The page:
Newly public nut purveyor Diamond Foods (NASDAQ:DMND) finished up its fourth issuance of earnings news last week, reporting $67.8 million in sales and $0.20 per share in losses for its fiscal third quarter 2006. Year to date, the company has booked a total of $370 million in sales, earning $0.25 per share in profits. With just one quarter left to go, Diamond said that it expects to finish out this fiscal year with $471 million to $478 million in sales, and $0.27 to $0.33 per share in profits.

Diamond CEO Michael Mendes blamed flat year-over-year sales on unspecified "timing factors" in the company's retail product lines, specifically its Culinary and Snack divisions -- and more specifically, its Emerald brand of nuts. As discussed in last week's Foolish Forecast, the Snack division is key to Diamond's future growth, and aside from lower-than-expected sales, the company is making progress here. The company got new Emerald varieties placed with grocers Publix and Albertson's (NYSE:ABS), retailer Target (NYSE:TGT), and grocery distributor Nash Finch (NASDAQ:NAFC) during the quarter, and saw overall sales growth of 25% for the brand.

The company is focusing on expanding its 14.1% share of the market for snack nuts. In my opinion, this is the right way to go. Considering that the company has already captured nearly 40% of the culinary and in-shell markets, and that in-shell nuts are by definition intended for snacking, Diamond clearly has the capability to capture more market share in this sphere.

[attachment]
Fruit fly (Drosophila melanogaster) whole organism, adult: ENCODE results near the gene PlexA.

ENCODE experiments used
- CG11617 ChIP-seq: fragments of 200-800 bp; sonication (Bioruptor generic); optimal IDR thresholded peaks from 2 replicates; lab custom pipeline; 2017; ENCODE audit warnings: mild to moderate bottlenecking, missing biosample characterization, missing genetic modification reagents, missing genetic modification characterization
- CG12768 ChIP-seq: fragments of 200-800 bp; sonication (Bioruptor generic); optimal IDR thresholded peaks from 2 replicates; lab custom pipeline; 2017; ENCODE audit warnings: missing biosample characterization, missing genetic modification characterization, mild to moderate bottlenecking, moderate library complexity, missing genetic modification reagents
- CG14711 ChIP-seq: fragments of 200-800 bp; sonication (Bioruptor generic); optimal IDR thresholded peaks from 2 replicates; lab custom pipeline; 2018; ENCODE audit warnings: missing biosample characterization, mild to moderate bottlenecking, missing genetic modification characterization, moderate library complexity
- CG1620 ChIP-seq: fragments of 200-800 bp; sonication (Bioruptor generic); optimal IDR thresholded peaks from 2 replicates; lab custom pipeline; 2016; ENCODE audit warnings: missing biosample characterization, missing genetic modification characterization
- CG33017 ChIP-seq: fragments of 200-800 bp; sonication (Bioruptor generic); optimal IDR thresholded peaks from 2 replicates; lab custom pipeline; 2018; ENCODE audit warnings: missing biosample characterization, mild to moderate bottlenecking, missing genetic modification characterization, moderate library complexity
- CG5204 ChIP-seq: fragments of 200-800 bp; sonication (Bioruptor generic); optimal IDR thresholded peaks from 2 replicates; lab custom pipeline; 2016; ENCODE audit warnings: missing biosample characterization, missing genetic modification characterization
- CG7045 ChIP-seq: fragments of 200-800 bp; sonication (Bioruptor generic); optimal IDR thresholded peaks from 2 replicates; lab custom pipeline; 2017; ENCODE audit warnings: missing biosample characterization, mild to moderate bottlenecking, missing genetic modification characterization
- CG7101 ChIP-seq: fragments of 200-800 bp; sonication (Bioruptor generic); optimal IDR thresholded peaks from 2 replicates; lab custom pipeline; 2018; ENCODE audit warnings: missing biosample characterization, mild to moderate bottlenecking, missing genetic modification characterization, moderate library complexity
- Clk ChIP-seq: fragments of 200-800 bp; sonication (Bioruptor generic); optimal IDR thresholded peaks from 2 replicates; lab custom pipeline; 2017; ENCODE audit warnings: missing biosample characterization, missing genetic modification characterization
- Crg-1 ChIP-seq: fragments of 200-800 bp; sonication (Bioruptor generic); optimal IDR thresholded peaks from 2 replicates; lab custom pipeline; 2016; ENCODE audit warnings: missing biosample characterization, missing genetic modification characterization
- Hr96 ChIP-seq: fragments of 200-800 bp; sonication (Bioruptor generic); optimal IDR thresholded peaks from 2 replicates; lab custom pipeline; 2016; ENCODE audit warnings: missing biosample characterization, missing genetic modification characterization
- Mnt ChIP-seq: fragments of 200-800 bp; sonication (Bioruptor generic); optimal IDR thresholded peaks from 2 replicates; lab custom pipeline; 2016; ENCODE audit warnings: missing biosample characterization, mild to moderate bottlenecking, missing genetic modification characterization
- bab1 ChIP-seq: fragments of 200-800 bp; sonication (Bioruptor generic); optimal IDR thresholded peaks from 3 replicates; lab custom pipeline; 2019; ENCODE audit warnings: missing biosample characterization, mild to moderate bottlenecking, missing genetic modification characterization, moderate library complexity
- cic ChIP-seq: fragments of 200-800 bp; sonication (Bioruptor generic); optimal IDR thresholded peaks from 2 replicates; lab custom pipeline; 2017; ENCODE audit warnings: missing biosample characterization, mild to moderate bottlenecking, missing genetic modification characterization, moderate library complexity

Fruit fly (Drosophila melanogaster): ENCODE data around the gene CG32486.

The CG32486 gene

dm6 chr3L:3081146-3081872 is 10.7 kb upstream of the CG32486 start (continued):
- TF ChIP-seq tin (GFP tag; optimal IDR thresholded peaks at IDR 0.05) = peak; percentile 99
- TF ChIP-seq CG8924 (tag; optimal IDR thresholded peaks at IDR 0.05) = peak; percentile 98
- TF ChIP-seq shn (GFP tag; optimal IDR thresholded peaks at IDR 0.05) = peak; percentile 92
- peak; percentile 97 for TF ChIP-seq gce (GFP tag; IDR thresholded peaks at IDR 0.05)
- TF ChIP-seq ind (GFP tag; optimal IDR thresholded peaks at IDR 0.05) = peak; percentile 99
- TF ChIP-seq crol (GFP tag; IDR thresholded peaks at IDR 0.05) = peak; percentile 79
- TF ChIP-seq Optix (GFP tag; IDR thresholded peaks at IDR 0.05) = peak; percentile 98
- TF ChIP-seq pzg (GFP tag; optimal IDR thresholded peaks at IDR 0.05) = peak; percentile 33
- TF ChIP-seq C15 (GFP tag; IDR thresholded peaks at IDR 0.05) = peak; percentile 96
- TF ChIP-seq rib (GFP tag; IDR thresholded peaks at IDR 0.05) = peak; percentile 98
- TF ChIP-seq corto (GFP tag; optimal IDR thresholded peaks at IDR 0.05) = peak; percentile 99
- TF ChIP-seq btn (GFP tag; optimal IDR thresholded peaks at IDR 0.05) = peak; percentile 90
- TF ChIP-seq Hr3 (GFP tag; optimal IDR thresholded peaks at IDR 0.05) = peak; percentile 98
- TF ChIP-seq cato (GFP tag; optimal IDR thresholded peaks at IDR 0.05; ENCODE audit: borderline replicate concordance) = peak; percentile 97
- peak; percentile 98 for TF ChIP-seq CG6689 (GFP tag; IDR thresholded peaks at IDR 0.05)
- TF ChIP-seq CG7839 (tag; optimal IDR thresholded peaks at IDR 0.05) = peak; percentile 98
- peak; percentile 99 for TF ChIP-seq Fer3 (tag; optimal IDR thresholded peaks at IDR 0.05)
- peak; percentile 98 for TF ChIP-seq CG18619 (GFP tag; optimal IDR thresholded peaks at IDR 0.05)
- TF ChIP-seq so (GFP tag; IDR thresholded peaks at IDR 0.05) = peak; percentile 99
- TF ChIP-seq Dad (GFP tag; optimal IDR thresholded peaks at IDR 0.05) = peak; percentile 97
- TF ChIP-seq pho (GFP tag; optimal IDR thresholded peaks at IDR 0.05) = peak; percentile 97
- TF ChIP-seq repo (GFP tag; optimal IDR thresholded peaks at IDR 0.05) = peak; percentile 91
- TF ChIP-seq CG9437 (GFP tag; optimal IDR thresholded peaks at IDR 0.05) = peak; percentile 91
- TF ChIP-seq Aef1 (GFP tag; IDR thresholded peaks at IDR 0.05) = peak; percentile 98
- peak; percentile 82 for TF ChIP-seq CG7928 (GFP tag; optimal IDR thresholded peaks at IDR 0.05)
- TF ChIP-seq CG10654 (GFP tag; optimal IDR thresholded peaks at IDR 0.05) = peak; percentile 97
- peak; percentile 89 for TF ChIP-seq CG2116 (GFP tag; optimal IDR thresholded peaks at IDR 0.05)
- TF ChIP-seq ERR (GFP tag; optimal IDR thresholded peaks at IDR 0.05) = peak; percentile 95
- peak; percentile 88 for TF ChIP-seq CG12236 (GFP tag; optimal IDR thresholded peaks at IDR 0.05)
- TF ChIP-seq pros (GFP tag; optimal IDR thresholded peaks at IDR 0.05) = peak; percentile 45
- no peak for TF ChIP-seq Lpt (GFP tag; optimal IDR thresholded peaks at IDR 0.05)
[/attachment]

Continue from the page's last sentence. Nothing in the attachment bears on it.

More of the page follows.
To do that, of course, the firm needs to displace established competitors such as Sanfilippo (NASDAQ:JBSS) and Kraft (NYSE:KFT) from the retail shelf space they currently occupy. This is where Diamond's 40% share of the other market segments could come in handy. Stores depend on Diamond to keep their shoppers well-supplied with ingredients for baking walnut chocolate chip cookies and almond pralines. Diamond can use that leverage when asking for shelf space for its Emerald snack lines. Judging from last quarter's new product placements, it's doing so successfully.

Although the nut-friendly Atkins diet fad is dying off, the similarly nutophiliac South Beach diet has been gaining strength in the U.S., raising the possibility that Diamond can both expand market share and benefit from a growing market for its products. That one-two punch could do wonders for the company's income statement.

Nuts about dividends? Check out Motley Fool Income Investor , where Kraft is just one of Mathew Emmert's dividend-paying, market-beating selections. To see them all, crack open a free 30-day guest pass.

Fool contributor Rich Smith does not own shares of any company named above.